The most significant historical collections of formulae which have come down to us were those from:
What makes study of the lots most rewarding for me, personally, is their function
as a symbolic language showing a glimpse into the culture and times in which the
specific formula was created. The very existence of a formula shows that it
was considered a fundamental and essential issue for the times in which it was
being used. The structure of the formula describes the assumptions and perceptions
related to the issue. I would like to give a few examples to demonstrate this concept.
Example One: Parts of Marriage
All formulae use the structure of a personal point, a significator, and a trigger planet. The personal point is usually the Ascendent, since it is the most unique and powerful personal point in an individual's chart. The significator would be the planet or point which symbolically bears most strongly on the issue. The triggering planet or point would be that which symbolically represents the type of behavior or action under discussion. For example, in the first formula above, the Asc represents the person, Venus is love, and the 7th house cusp shows partnerships. Another way of referring to the components of the formula is that given by Robert Granite. "So it is with all the Fortunes: 1) the beginning of the question; 2) the end of the question; and 3) the casting off point, being the celestial body which interferes with the completion." (pg. 4) In his manner of explanation, the same formula would read with the Ascendent again as the individual, the 7th cusp as that which draws the individual toward partnership, and Venus as that which triggers someone toward marriage.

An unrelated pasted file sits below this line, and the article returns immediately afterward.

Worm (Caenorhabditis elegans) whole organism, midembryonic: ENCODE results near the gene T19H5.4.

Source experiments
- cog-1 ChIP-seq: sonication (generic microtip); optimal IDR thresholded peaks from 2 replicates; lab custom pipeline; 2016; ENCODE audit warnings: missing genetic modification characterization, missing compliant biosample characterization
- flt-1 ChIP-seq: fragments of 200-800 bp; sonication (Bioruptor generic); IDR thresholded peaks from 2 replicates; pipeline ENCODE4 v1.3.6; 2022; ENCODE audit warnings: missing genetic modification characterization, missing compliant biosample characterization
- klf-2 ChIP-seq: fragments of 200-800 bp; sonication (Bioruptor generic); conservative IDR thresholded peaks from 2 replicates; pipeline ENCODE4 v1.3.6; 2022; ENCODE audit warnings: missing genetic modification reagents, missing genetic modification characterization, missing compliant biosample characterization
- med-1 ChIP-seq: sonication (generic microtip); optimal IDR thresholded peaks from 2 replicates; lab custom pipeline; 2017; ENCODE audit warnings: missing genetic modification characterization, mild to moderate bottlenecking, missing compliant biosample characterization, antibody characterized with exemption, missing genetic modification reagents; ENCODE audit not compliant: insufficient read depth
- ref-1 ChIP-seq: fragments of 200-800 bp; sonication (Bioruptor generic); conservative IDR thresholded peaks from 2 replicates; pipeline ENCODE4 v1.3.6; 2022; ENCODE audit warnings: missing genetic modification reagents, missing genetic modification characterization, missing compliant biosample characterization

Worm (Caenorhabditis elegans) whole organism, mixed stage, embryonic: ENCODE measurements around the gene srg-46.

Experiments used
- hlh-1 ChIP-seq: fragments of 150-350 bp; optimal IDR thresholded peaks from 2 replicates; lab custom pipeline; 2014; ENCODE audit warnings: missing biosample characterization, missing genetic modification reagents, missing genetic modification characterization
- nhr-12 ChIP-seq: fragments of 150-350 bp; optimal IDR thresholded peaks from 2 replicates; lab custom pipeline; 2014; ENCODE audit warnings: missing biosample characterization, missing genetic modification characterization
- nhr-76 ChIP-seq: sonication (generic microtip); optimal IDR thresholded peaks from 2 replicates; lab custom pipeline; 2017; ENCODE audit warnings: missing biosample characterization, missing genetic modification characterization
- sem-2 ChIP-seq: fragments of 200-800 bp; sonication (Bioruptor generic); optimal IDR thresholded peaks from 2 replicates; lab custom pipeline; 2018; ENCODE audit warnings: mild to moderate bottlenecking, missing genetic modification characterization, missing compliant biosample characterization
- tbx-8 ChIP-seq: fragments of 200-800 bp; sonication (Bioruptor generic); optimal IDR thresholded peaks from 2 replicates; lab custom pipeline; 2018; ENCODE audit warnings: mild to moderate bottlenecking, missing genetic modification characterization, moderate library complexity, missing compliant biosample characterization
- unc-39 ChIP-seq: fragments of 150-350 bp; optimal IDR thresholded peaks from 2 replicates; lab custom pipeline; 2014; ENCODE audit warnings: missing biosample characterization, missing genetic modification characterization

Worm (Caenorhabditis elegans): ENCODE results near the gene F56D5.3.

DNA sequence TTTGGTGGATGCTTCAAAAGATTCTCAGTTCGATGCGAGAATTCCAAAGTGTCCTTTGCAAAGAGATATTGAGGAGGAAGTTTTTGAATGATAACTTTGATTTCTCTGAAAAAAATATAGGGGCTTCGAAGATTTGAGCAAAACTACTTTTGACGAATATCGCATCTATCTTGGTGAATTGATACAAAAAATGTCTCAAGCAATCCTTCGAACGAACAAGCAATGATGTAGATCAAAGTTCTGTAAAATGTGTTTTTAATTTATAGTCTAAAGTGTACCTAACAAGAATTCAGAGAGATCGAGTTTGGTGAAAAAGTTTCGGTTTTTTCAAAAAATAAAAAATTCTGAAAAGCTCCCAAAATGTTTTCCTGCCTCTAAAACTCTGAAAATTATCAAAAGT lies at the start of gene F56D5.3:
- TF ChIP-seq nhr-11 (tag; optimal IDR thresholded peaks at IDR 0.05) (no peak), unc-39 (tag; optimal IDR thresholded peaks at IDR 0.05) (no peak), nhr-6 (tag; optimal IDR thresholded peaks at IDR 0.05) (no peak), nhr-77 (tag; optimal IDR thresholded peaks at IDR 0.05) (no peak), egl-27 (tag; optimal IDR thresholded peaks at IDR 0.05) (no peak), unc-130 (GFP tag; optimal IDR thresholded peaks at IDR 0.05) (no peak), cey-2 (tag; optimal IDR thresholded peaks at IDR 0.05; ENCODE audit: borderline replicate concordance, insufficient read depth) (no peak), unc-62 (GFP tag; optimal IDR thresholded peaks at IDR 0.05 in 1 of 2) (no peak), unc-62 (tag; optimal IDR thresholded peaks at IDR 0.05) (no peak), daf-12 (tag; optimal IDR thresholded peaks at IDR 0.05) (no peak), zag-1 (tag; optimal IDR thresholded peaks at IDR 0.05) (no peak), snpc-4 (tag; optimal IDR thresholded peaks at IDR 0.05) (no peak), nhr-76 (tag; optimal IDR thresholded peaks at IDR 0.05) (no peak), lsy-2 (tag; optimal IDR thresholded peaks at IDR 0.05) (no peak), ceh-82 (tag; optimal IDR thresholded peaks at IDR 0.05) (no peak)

All the formulae above are consided ancient formula, and I have not had the opportunity to clarify the specific times that each was first implemented. For this type of interpretation, it is necessary to also be familiar with the accepted symbolism of the various planets at the time in question. I will not devote time to this here, assuming that either the reader already has a basis in astrological symbolism, at least the very rudiments which were commonly expressed in our literary heritage from the Greek myths through Shakespearean references and beyond.